Beauty in the World (Stop Outrage Culture)

Beauty in the World (Stop Outrage Culture)

I started this post in 2020 but left it hanging in the balance when I lost the purpose of this narrative.

Initially, I wanted to comment on cancel culture, asking, “Do we cancel out all art because it doesn’t reflect the oppressed? What do we do about nostalgia and romanticized images of the past? Do they no longer hold value because entire groups were oppressed or subjugated? Without context, how can we not continue to discuss certain works intelligently? How can these individuals not serve as lessons of evolving mores and ideologies? What does cancel culture do to those artists who helped realize a specific vision, particularly in the filmed arts?”

What prompted this post? I don’t even remember. I initially found inspiration from one of the final duets from War Paint, a 2017 musical with music by Scott Frankel and lyrics by Michael Korie. This ballad, sung by Tony-winning powerhouses Patti LuPone (as Helena Rubinstein) and Christine Ebersole (as Elizabeth Arden) as the legendary beauty complex magnates and fierce rivals, imagines a meeting between both women. The song “Beauty in the World” is a poignant lament on changing times as they see their life’s work and influence diminishing, perhaps even fading away. Following is a portion of the song’s lyrics:

Christine Ebersole as Elizabeth Arden (L) and Patti LuPone as Helena Rubinstein (R) in War Paint. Photo: Sara Krulwich/The New York Times

Helena
Back when there was beauty in the world
Women had such elegance and grace
Fashion came and fashion went
Inner style was permanent
At least
When there was beauty in the world

Elizabeth
Long before the circus came to town
Every woman’s drama was her face
Eyes that glittered like a gem
The lovers we bewitched with them
Back then
When there was beauty in the world

Helena
Taste and poise
Were universal

Elizabeth
Now it’s noise

Helena
A dress rehearsal

Both
Gone the past
The age of everlasting beauty in the world

Deciding to flex my synapses this rainy day in March, I began thinking about this shelved post as I walked around my neighborhood, ignoring the light, steady drizzle. Three years ago, we went into lockdown mode as the COVID pandemic took over our lives. Three years later, we can never ignore the tally of one million American deaths as a result of the virus, a figure that includes my uncle, my mother’s last surviving relative in the United States.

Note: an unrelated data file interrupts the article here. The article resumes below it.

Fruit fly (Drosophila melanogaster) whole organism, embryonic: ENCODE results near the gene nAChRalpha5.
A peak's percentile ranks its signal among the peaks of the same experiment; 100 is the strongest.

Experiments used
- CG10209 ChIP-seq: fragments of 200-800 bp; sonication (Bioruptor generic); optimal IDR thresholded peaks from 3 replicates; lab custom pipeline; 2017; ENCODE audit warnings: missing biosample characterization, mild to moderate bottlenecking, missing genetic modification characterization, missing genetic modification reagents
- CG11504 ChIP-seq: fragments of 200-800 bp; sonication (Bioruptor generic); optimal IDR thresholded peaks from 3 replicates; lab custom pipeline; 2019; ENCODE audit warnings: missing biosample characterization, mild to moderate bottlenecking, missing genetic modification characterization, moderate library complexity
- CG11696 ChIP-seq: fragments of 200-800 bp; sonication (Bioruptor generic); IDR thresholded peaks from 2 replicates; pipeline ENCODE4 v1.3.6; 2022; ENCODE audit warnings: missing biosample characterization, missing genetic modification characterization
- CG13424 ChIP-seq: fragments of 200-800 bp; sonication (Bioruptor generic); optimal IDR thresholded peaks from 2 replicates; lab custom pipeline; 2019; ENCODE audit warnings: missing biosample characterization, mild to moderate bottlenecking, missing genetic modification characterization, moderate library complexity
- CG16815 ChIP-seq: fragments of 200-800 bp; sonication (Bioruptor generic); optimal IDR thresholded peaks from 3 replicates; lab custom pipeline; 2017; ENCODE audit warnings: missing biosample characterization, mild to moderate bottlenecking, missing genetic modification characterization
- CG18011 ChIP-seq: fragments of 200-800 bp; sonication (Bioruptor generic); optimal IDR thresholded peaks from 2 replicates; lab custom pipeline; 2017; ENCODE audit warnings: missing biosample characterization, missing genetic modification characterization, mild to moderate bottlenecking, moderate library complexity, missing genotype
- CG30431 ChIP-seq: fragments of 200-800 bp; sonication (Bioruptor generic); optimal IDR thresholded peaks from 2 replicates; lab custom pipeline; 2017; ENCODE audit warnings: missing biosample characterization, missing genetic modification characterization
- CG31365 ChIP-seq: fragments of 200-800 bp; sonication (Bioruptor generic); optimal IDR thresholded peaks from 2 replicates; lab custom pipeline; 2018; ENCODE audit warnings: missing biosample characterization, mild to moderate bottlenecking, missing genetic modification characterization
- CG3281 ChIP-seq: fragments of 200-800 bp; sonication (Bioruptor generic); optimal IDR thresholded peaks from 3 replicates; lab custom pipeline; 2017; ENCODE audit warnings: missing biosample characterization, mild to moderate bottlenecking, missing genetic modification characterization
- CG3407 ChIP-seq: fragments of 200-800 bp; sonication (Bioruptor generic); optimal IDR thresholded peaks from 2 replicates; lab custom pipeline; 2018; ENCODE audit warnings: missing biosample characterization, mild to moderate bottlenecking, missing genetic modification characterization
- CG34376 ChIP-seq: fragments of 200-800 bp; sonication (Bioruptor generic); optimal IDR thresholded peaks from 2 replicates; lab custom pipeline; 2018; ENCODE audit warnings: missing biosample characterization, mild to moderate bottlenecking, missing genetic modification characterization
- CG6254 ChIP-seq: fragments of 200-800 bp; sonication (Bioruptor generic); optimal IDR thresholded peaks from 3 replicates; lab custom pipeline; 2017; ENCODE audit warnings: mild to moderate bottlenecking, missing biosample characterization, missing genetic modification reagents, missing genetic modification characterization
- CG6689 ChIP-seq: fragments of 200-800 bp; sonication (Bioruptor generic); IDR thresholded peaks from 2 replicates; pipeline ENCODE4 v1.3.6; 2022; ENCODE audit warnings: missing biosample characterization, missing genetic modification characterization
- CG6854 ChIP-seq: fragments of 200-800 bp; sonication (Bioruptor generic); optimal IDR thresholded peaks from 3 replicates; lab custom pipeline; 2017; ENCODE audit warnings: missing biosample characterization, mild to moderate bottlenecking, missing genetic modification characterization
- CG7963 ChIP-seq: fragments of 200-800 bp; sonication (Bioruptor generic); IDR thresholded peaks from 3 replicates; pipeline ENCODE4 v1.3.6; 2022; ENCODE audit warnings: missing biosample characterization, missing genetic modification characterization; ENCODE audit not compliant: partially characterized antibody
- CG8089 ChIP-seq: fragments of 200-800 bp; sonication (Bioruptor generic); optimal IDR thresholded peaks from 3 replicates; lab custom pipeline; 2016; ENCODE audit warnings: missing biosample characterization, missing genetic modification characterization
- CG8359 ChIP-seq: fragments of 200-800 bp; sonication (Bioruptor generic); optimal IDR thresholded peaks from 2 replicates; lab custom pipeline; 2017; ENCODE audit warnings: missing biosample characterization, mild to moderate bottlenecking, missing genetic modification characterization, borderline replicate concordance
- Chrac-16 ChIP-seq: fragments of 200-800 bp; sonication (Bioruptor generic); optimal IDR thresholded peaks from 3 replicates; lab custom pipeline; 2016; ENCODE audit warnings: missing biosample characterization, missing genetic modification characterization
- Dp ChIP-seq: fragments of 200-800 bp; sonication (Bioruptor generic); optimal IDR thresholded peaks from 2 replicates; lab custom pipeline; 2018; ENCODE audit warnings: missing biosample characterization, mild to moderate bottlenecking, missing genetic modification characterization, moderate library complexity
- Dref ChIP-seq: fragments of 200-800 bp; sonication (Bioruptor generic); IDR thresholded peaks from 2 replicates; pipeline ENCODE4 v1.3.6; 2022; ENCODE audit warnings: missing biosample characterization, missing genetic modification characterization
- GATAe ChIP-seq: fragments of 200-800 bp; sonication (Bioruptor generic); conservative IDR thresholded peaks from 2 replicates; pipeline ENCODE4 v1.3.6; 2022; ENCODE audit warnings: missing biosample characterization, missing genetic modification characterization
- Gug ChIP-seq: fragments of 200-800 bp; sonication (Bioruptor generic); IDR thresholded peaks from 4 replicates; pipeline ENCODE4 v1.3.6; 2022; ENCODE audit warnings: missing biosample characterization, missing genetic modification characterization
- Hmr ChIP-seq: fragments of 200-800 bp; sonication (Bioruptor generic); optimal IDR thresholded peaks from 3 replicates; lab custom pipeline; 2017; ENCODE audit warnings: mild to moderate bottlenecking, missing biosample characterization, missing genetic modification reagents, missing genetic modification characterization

Since the pandemic, our collective outrage has grown exponentially on all platforms. In addition to a wildly polarized voting population, our collective rage gave birth to “outage content,” further muddying the waters with a steady, roiling atmospheric river of toxicity and negativity.

In 2019, NPR featured this report, “How Outrage is Hijacking Our Culture and Our Minds.” Host Steve Inskeep said, “Anger draws Internet clicks, which is to say that many people now have a motive or even a business model for getting you mad.” We’re beyond the brush of rage now- thick into the woods without an exit plan beyond monetizing our anger and fear. It’s beyond cynical and reproach.

Instead, I will find new ground to build something more substantial and calmer.

As for the beauty in the world, if you’re on the same path to restoring mental wellness as I am, it is essential to first find the beauty in yourself. Step away from the platforms trading on outrage and vanity, which continue to cloud your sense of stability. Romanticizing the past is not the answer, but its glow can be therapeutic. Pick the parts that apply to our present reality. But we need to cancel the constant stream of outrage. We’re out of dress rehearsal time – the curtain is up. Make it count.